Look for the Main Board assembly on the rear left side of the machine.
Remove the power connector and sensor switch assembly.
Remove the Main Board assembly protection cover by releasing the latches along its sides.
Look for the 4-pin white connector with white, gray , red, and blue wires. It is the wiring harness going to the Hall Effect Sensor. Disconnect it from the board.
Using a multimeter, check the resistance between the white and blue wires and between the white and red wires. Resistance should read about 10k ohms.
If either resistance reads open, check for a broken wiring
harness and repair or replace as necessary. Otherwise, the Hall Effect
Sensor is defective and must be replaced.
If the tests above show that the Hall Effect Sensor seemed to be good, you have
to check if the Main Board delivers 10 to 15 Vdc supply to it.
Reconnect the machine to the power outlet.
Press POWER but DO NOT PRESS START.
Set the multimeter to DC volt and measure the voltage between white and gray wire terminals on the Main Board. Voltage should be 10 to 15 Vdc. Otherwise, the Main Board is defective and must be replaced.
Connect the red test lead to the red wire and the black test lead to the gray wire.
Turn the motor rotor slowly by hand.
You should measure a pulsating 10 Vdc if the Hall Effect Sensor is okay.
Repeat the step with the red test lead connected to the blue wire.
If you measure a 10 Vdc but not pulsating, the Hall Effect Sensor is defective and must be replaced.
Feel free to inform me if the Hall Effect Sensor or the Main Board needs to be replaced and if you want to replace it yourself.
The red and black wires supply power to the motor to either turn it one way or the other. The white wire is neutral. The motor is dc; look at the nameplate data and it tells you the operating voltage. Black and white make the motor turn one way, power to the red and white and it goes the other way. (Black neg. Red pos.)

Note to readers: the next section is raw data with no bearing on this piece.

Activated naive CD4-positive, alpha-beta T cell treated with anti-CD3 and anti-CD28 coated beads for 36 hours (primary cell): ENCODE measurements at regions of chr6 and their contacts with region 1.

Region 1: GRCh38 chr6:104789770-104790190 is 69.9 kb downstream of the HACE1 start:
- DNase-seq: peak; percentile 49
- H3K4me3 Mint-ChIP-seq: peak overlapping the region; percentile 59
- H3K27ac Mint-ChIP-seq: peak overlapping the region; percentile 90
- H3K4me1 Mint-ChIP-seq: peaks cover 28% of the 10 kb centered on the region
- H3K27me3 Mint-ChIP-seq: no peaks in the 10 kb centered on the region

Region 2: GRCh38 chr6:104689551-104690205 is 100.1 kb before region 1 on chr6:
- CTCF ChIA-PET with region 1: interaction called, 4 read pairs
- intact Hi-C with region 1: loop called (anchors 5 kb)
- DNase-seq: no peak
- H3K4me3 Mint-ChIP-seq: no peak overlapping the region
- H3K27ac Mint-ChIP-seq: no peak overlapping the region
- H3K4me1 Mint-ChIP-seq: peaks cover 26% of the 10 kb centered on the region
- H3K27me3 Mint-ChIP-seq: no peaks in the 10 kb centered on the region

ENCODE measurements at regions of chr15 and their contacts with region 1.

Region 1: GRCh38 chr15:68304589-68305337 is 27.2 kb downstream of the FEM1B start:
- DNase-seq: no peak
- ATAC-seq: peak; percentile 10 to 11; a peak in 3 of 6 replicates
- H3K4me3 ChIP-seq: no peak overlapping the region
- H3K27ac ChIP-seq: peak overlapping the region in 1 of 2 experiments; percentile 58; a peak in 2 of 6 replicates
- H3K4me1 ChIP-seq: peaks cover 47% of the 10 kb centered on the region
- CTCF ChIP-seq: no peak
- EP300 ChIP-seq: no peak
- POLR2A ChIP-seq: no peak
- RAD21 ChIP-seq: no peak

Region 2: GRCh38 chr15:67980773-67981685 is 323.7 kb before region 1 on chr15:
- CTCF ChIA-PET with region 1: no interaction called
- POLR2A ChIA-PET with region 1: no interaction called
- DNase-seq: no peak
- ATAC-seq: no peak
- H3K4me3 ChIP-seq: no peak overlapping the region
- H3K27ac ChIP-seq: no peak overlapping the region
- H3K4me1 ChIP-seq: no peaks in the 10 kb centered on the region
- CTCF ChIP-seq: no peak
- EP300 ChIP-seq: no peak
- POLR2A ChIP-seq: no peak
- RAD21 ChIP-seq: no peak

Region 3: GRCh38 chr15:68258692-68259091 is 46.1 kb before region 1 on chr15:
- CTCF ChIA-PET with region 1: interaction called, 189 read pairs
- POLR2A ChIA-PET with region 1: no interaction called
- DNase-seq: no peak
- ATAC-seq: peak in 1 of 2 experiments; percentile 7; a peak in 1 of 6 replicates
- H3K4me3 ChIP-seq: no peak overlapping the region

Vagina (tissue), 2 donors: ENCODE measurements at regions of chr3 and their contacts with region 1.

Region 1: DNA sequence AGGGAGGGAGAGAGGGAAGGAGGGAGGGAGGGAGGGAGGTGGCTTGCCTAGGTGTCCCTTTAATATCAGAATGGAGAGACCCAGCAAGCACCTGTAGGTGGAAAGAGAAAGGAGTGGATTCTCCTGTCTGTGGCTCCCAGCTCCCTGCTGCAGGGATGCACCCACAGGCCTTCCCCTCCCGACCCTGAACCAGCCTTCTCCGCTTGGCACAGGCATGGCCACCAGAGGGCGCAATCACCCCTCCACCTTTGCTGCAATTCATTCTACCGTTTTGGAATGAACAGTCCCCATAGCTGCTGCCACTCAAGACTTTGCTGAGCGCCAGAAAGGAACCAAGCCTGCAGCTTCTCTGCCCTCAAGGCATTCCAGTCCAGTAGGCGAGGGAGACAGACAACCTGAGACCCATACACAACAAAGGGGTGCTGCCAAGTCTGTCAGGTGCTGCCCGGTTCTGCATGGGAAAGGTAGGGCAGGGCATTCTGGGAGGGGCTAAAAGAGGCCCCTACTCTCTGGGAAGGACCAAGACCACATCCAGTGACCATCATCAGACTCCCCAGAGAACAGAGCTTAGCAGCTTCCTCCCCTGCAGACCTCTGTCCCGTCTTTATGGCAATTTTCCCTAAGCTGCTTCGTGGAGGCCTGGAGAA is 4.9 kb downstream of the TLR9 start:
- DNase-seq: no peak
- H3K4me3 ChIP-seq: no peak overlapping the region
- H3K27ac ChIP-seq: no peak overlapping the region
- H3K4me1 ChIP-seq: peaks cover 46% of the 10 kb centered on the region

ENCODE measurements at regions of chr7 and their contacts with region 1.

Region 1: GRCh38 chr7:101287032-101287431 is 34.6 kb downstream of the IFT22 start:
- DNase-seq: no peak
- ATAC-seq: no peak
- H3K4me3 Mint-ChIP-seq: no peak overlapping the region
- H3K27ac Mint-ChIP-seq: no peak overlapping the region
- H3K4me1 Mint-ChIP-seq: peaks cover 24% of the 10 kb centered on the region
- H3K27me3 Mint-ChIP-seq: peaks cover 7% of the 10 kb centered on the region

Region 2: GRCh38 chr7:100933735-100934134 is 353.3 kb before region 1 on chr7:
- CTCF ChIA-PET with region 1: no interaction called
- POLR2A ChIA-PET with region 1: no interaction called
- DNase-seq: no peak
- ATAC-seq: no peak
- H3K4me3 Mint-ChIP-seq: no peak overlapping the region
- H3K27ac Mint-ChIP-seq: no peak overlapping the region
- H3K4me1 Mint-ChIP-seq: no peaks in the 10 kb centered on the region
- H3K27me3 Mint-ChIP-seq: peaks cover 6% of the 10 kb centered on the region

I had this same issue and it was driving my wife nuts. Supposedly women hear high pitched sounds better than men? I called my local Appliance Parts Store, I advised them of my problem. My model # is GSH25KGRE BB GE Side by Side. (4 years old) They sold me a evaporator motor for $ 42.00. I was advised that this motor is accessed through the freezer door. After unplugging the refrigerator,I took the first self below the ice maker out, I removed the plastic light cover, there is a plastic piece with 4 slots in it, take the two 1/4 screws out and bend that plastic piece up. You will see the motor housing which needs to be removed I believe there are four more 1/4 screws. The motor itself will have a white fan attached to it which you will use on the new motor. Remove the fan via 4 more 1/4 screws you will also see the wire harness going up through one of the plastic pieces. This is where I had a little trouble, I couldn't get the harness to come apart from the plastic piece, I was afraid I would break something as hard as I was pulling. I decided to cut the 4 wires (red,blue,white,yellow) close to the old motor and splice in my new motor after cutting off the plug. I reassemble the unit and it solved the problem. I am the hero at our house and saved us from having to buy a new unit. My wife wasn't going to take it much longer. This is the part # WR60X10185.
Look In the rear bottom where the wires plug into the compressor. There will be a plastic cover plate over the connecting wires. Remove it. Unplug the white wire. note the white wire was plugged into a small black box (3/4"x3/4") pull the black box out. It is connected by 2 prongs. If you open this up you will find a small metal disk that looks like a watch battery. pop it out and clean the contacts. put it all back together and it should work fine. I believe it is the thermostat and many times gets bad contacts and can even crack over time. The compressor will "click" on but the bad thermostat tells it "no"
(0) unplug unit (1) Remove the bottom 4 screws, cover plate and motor shield ( 2) unhook the white motor wire from its binding clip ( 3) locate the plastic sleeve with the fuseable link (4) cut the sleeve and test for continuity between points on either side of link with ohmmeter (5) if no continuity, clip out fuseable link and and solder the white wire back together (6) cover with tape (7) rebind to other wires (8) replace bottom and check. This worked for me.